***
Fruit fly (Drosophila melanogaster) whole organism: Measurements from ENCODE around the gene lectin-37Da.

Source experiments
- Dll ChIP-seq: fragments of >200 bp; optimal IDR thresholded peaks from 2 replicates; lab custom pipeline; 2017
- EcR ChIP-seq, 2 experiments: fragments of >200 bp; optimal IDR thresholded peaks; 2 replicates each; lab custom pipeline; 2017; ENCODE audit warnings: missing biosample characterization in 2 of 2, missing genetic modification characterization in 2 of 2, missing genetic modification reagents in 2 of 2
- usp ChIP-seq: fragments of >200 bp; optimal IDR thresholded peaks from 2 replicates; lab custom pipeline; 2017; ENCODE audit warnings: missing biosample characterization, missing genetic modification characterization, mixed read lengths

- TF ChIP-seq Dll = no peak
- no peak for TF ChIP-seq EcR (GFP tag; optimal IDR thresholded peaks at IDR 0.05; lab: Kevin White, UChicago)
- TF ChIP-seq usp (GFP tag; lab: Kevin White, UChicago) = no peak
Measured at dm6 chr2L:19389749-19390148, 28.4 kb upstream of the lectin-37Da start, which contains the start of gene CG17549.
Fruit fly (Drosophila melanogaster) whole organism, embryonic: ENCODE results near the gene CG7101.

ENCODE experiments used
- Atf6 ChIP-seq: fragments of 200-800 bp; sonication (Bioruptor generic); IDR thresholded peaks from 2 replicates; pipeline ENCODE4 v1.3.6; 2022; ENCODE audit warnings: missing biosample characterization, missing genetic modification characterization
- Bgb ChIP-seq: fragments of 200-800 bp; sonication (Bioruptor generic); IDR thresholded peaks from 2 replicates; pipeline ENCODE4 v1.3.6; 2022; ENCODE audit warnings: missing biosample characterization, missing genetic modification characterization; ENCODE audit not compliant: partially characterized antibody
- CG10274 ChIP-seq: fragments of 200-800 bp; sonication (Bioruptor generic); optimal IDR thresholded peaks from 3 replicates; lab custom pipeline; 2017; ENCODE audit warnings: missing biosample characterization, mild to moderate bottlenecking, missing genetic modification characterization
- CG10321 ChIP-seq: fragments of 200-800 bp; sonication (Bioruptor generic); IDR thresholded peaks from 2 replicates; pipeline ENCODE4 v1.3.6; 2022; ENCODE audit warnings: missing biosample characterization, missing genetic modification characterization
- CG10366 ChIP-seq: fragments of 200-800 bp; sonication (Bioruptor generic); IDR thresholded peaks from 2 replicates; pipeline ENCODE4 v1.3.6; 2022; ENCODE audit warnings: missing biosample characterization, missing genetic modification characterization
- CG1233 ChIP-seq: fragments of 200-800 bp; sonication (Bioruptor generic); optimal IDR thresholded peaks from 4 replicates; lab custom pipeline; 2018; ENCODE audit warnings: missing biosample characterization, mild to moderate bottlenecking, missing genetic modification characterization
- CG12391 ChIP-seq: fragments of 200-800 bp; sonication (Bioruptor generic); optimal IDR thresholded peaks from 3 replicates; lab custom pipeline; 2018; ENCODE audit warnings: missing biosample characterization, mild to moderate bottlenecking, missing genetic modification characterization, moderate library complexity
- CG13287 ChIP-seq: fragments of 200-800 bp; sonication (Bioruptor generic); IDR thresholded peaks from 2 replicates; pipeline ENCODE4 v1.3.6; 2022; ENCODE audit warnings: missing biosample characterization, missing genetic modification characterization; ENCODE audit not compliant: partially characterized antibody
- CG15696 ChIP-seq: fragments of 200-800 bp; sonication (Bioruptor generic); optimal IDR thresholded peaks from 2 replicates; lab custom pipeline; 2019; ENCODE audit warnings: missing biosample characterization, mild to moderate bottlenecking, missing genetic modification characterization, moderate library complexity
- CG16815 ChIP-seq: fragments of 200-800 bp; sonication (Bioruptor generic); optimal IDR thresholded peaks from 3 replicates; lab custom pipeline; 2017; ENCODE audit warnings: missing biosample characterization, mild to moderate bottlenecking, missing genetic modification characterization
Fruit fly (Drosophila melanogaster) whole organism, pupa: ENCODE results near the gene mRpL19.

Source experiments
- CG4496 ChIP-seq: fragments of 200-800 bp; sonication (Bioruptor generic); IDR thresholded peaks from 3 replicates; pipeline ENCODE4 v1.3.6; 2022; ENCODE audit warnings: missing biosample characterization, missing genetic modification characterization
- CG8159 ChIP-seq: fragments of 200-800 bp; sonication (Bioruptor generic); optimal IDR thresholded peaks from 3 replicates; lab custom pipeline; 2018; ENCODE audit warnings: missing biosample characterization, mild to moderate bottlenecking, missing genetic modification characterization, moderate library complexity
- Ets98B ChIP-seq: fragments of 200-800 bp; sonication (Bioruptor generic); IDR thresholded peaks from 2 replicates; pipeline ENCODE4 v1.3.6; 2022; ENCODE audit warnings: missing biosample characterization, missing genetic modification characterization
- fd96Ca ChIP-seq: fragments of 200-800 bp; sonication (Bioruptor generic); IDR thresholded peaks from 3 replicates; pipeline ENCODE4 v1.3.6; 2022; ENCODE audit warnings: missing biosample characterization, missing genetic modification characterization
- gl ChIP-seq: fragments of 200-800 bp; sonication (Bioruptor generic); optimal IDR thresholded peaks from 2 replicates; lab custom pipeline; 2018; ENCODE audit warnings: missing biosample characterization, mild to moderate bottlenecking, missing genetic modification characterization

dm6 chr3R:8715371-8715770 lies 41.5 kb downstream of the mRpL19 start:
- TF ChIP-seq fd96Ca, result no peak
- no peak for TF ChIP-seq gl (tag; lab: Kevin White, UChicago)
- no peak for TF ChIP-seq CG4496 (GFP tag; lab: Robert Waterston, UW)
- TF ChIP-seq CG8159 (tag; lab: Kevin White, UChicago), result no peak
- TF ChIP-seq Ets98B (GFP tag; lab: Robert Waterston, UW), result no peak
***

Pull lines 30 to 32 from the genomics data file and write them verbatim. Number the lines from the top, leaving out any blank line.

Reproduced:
- TF ChIP-seq fd96Ca, result no peak
- no peak for TF ChIP-seq gl (tag; lab: Kevin White, UChicago)
- no peak for TF ChIP-seq CG4496 (GFP tag; lab: Robert Waterston, UW)